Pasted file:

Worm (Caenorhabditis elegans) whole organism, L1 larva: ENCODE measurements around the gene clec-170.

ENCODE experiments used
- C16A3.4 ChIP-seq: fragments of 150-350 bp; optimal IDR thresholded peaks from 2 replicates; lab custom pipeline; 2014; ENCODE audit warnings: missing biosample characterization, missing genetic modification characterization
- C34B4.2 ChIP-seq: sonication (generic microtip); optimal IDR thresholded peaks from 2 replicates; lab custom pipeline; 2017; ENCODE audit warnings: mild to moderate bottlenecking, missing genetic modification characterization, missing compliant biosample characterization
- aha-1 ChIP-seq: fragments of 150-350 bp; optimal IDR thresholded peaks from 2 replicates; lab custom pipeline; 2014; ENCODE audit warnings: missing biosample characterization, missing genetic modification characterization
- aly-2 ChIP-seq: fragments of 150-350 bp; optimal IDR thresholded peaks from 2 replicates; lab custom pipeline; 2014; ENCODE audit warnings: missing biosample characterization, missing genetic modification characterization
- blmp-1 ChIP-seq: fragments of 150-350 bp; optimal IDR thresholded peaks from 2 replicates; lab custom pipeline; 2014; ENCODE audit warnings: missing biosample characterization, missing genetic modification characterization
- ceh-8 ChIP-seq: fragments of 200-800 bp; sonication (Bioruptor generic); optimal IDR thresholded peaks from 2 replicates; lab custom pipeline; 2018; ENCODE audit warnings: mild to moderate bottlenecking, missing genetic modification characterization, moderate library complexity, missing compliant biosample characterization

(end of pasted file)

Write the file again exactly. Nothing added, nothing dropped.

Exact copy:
Worm (Caenorhabditis elegans) whole organism, L1 larva: ENCODE measurements around the gene clec-170.

ENCODE experiments used
- C16A3.4 ChIP-seq: fragments of 150-350 bp; optimal IDR thresholded peaks from 2 replicates; lab custom pipeline; 2014; ENCODE audit warnings: missing biosample characterization, missing genetic modification characterization
- C34B4.2 ChIP-seq: sonication (generic microtip); optimal IDR thresholded peaks from 2 replicates; lab custom pipeline; 2017; ENCODE audit warnings: mild to moderate bottlenecking, missing genetic modification characterization, missing compliant biosample characterization
- aha-1 ChIP-seq: fragments of 150-350 bp; optimal IDR thresholded peaks from 2 replicates; lab custom pipeline; 2014; ENCODE audit warnings: missing biosample characterization, missing genetic modification characterization
- aly-2 ChIP-seq: fragments of 150-350 bp; optimal IDR thresholded peaks from 2 replicates; lab custom pipeline; 2014; ENCODE audit warnings: missing biosample characterization, missing genetic modification characterization
- blmp-1 ChIP-seq: fragments of 150-350 bp; optimal IDR thresholded peaks from 2 replicates; lab custom pipeline; 2014; ENCODE audit warnings: missing biosample characterization, missing genetic modification characterization
- ceh-8 ChIP-seq: fragments of 200-800 bp; sonication (Bioruptor generic); optimal IDR thresholded peaks from 2 replicates; lab custom pipeline; 2018; ENCODE audit warnings: mild to moderate bottlenecking, missing genetic modification characterization, moderate library complexity, missing compliant biosample characterization